"I do not like change! I do not like change!" When Tobin Prinz hollered those lines on Prinzhorn Dance School's 2007 self-titled debut, he was speaking in the crotchety voice of an uptight conservative caricature. But, judging by this five-years-in-the-waiting follow-up, the line serves as a handy bumper-sticker advertisement for his own band's cryogenically sealed post-punk aesthetic. If Gang of Four famously extracted the sex out of funk, then Prinzhorn Dance School suck the funk out of Gang of Four, retaining their violent guitar spasms, ominous bass throbs, derisive vocal interplay, and the claustrophobic, Entertainment!-style production, but breaking up the 4/4 fluidity into hiccupping, epileptic rhythms that, true to the PDS name, would seemingly require some educational instruction on how to dance to them.

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Consequence of Sound - 58
Based on rating C+
58

The formula that makes Prinzhorn Dance School work is one of utter simplicity; they’re the reason the word “minimal” is used in music discussion. England’s Tobin Prinz and Suzi Horn may have a similar setup to The White Stripes, but the bass and drums compositions these two put out make even the early Jack White work seem flamboyant. Their 2007 self-titled debut album received amazingly mixed reviews (heck, the The Guardian gave it either one or four stars; the reviewer couldn’t decide) despite some superb, weirdo dance-punk hits.

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Beats Per Minute (formerly One Thirty BPM) - 45
Based on rating 45%%
45

Prinzhorn Dance SchoolClay Class[DFA Records; 2012]By Josh Becker; February 8, 2012Purchase at: Insound (Vinyl) | Amazon (MP3 & CD) | iTunes | MOGTweetSomewhere between the stylish garage rock of the White Stripes, the post-post-punk of the XX, and the rambunctious energy of Art Vs. Science is Prinzhorn Dance School, a duo consisting of Tobin Prinz on drums and Suzi Horn on bass (they share vocal duties, often in unison). Their style favors sing-shouted lyrics, clipped guitar lines, staccato bass lines, and bass-drum-heavy percussion.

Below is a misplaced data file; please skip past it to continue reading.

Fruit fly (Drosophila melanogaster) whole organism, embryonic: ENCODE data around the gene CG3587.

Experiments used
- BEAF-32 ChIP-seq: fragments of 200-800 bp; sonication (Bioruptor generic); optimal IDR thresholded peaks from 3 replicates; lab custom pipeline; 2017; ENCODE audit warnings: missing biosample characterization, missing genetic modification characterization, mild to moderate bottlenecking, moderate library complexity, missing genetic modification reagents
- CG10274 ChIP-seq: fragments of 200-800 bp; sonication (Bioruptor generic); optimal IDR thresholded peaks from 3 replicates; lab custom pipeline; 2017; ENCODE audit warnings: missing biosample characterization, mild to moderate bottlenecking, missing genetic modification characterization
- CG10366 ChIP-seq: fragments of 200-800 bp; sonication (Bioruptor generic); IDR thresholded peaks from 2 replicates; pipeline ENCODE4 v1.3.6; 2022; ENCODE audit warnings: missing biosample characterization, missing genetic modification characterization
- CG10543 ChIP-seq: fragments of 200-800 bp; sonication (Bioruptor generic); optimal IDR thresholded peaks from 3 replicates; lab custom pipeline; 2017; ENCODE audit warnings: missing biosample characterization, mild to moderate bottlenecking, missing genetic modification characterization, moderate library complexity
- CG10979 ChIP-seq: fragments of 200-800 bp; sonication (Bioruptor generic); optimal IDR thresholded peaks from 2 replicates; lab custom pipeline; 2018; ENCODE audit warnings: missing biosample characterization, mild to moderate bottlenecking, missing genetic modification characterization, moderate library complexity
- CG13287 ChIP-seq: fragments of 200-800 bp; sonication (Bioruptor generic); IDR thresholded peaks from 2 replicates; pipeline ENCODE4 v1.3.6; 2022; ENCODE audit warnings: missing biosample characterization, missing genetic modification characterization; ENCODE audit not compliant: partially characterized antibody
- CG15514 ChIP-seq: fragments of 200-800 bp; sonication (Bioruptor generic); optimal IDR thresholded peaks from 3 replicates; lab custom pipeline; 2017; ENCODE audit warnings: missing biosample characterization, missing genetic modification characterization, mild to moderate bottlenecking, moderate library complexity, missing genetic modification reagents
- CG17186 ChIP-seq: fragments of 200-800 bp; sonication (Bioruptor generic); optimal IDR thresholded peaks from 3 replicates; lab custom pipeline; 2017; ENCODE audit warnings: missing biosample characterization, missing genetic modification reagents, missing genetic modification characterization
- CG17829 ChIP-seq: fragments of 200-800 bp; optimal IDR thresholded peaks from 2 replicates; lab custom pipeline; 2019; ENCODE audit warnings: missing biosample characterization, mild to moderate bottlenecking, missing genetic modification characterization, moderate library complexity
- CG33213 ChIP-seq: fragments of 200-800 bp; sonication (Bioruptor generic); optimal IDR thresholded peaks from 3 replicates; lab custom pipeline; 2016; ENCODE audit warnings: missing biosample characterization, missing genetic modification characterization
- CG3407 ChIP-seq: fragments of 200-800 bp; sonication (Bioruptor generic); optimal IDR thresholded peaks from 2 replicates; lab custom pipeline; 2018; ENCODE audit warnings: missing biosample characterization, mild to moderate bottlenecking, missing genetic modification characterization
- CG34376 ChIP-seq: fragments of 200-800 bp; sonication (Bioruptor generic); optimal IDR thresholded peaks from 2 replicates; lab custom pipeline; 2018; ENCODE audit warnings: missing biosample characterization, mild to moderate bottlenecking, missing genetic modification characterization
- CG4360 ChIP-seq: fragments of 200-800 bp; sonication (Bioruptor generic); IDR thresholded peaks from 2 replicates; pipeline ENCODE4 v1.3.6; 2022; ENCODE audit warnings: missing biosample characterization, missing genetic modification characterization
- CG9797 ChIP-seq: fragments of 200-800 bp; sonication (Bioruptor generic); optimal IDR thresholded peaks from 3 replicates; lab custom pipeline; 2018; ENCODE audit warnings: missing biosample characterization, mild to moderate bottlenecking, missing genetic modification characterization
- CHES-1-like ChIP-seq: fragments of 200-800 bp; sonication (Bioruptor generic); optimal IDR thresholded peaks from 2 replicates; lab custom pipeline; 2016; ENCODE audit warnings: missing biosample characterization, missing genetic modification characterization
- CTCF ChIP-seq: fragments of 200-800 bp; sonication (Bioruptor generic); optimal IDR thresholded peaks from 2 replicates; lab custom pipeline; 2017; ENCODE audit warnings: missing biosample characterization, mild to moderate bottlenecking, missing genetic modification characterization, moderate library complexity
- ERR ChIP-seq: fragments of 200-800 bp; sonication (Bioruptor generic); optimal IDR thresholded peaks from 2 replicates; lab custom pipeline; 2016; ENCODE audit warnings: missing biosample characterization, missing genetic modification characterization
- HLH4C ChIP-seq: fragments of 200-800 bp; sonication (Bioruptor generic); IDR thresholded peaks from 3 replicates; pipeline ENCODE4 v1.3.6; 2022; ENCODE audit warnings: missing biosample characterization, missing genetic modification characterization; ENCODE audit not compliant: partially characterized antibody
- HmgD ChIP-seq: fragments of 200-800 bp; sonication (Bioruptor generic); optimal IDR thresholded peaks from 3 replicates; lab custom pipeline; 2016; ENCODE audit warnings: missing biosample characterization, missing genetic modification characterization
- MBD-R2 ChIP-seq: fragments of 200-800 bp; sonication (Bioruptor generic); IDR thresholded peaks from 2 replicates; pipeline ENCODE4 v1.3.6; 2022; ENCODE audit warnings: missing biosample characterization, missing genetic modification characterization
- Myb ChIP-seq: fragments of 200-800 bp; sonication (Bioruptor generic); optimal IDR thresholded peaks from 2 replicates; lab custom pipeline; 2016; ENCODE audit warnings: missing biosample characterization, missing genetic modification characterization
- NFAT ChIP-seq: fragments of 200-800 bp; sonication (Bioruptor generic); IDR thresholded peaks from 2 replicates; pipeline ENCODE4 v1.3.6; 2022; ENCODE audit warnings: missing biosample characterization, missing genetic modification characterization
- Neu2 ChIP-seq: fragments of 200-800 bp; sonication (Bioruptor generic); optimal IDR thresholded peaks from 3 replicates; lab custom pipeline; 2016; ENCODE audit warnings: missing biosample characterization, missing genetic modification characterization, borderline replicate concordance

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The Quietus
Their review was generally favourable

Prinzhorn Dance School's eponymous DFA debut was sparse, to put it mildly. Its assiduously mid-paced two-note bass nag and minimalist percussion stretched a canvas to which cobwebs of guitar and diligently jaded boy-girl vocals were added sporadically. The lyrics flitted between undecryptable obscurity and the confrontationally literal, addressing Home Counties banalities such as a satellite town's civic amenities ('Hamworthy Sports and Leisure Centre'), the trappings of the litigious ('Lawyer's Water Jug'), and, well, the resentment of change ('I Do Not Like Change').

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CMJ
Their review was generally favourable

Five years ago, Prinzhorn Dance School, the musical project of U.K. artists Tobin Prinz and Suzi Horn, released its eponymous debut to a rather divided reception—to such a cognitively dissonant extent that, in one review, the album was awarded both 1 and 4 stars. Most negativity stemmed from the band’s inaccessibility: Prinzhorn traffics in a challenging strain of post-punk, characterized by spastic rhythms, imagistic sing shouting and a darkly minimal approach to the guitars.